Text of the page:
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Democracy within PartiesCandidate Selection Methods and Their Political Consequences$
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Reuven Y. Hazan and Gideon Rahat

Print publication date: 2010

Print ISBN-13: 9780199572540

Published to Oxford Scholarship Online: September 2010

DOI: 10.1093/acprof:oso/9780199572540.001.0001

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Appointment and Voting Systems

Appointment and Voting Systems

Chapter:
(p.72) 5 Appointment and Voting Systems
Source:
Democracy within Parties
Author(s):

Reuven Y. Hazan (Contributor Webpage)

Gideon Rahat (Contributor Webpage)

Publisher:
Oxford University Press
DOI:10.1093/acprof:oso/9780199572540.003.0005

While the study of electoral systems is highly developed, intraparty voting systems used in candidate selection are largely ignored due to problems of accessibility to data. In a voting system, votes alone determine the candidates' positions on a list, or in a constituency. When this condition is not fulfilled, then we are dealing with an appointment system, or with a mixed‐voting appointment system. In a single‐round voting system, all candidates for realistic positions are selected at one time. In a multi‐round system, realistic positions on a list, or realistic candidacies in constituencies, are gradually selected. This chapter classifies the voting systems in use by political parties around the world into four categories, ranging from majoritarian to proportional with two categories in between. A party that replaces appointment with voting, or even adds voting to a process that was formerly conducted through appointment, is democratizing its selection method.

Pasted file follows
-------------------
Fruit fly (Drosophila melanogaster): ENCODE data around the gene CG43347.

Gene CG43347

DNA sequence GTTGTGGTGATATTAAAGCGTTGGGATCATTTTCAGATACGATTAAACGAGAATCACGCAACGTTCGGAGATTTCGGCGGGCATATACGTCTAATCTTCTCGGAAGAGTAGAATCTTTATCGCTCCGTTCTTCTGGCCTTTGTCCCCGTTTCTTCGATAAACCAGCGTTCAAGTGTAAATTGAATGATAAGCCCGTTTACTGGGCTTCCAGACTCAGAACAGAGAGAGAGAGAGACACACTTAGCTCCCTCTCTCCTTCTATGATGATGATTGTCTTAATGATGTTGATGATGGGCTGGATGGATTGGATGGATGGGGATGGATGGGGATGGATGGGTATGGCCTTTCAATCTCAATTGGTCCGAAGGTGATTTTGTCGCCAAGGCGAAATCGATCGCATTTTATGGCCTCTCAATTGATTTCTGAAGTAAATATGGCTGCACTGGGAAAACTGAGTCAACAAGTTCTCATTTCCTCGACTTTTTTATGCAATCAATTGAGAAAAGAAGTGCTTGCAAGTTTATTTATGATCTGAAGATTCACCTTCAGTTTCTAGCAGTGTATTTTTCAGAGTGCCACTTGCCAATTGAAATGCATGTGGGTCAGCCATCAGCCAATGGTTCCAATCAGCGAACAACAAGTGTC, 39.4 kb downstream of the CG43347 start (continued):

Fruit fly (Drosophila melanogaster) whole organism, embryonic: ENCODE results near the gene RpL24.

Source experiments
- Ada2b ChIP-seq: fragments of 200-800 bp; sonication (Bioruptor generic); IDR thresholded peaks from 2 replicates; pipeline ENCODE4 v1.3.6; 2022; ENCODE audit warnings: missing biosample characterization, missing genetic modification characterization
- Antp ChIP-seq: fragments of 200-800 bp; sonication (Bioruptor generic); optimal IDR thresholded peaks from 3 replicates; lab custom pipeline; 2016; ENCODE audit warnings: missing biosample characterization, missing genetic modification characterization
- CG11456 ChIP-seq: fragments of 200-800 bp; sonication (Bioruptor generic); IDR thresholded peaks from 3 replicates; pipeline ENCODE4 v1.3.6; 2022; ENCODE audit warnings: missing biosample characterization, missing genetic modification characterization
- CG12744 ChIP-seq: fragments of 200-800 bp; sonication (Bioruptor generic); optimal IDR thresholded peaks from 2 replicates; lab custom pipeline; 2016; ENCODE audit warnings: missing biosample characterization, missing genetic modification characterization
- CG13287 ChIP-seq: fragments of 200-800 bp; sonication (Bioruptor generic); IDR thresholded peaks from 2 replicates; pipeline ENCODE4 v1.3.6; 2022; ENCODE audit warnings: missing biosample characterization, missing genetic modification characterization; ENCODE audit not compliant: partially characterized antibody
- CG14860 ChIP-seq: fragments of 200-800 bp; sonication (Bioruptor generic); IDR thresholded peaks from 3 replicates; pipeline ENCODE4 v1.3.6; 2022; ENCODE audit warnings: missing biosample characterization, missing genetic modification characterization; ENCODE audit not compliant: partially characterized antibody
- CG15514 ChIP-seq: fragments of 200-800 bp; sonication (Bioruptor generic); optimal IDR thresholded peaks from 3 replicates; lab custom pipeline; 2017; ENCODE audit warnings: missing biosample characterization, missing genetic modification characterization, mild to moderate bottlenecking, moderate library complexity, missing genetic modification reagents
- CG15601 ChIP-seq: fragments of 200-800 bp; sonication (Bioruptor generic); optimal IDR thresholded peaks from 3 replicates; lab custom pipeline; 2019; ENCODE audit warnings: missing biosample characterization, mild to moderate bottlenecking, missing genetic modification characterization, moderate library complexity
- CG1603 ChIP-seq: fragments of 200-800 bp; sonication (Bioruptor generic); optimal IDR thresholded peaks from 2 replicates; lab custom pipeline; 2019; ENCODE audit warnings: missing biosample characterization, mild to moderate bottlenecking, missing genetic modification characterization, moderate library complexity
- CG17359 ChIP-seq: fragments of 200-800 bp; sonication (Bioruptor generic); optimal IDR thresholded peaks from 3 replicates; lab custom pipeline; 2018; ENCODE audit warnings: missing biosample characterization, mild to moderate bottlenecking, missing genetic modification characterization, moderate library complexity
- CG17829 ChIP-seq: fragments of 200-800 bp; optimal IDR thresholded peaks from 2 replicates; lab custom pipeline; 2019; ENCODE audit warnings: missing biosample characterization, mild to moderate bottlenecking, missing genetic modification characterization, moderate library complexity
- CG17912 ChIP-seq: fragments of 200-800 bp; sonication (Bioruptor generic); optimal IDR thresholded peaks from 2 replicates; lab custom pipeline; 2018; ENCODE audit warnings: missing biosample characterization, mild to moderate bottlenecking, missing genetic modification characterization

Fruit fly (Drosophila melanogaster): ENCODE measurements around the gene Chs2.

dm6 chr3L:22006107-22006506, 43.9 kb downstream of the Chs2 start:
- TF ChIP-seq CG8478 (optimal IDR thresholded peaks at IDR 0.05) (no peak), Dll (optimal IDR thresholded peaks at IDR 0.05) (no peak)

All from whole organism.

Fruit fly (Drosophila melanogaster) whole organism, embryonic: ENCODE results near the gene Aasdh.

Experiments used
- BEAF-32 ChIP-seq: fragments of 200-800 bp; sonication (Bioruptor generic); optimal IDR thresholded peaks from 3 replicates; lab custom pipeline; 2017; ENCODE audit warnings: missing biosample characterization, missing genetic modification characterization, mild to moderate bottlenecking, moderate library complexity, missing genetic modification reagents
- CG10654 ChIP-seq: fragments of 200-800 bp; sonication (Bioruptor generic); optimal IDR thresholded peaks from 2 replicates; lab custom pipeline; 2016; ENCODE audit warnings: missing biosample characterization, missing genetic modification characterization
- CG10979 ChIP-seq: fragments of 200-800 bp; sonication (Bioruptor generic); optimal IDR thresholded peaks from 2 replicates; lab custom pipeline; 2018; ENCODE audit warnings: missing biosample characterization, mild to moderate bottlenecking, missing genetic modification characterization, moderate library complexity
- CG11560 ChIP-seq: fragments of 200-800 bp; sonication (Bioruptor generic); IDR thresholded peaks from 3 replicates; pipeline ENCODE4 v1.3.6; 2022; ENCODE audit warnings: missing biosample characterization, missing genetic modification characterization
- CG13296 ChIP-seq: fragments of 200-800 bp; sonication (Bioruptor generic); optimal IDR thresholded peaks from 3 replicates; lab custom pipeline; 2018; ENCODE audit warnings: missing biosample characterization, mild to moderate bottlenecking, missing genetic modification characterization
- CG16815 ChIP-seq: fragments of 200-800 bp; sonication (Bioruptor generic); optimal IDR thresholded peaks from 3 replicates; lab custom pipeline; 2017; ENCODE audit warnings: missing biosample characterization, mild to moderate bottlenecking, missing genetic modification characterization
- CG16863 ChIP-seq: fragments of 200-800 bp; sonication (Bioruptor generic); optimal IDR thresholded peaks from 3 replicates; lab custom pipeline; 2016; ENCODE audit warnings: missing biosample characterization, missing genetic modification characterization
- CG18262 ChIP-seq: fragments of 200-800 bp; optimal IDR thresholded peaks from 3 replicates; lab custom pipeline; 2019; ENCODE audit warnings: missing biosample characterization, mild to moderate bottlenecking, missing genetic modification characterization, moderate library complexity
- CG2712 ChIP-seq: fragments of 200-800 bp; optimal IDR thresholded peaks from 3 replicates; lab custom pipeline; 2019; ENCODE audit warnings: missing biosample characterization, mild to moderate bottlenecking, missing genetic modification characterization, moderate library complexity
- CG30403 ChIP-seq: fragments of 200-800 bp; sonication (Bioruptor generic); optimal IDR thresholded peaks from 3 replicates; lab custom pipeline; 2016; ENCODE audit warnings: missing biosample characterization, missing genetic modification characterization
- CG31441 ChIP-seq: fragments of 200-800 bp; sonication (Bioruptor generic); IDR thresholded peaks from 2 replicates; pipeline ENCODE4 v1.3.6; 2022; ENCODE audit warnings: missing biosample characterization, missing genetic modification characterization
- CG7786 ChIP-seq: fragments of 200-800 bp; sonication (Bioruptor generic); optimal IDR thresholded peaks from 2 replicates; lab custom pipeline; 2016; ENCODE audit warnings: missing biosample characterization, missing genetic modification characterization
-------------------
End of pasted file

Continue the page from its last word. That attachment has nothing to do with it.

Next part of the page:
Keywords:   candidate selection, political parties, democratization, voting system, appointment system, appointment‐voting system, single‐round voting system, multi‐round voting system, majoritarian systems, proportional systems

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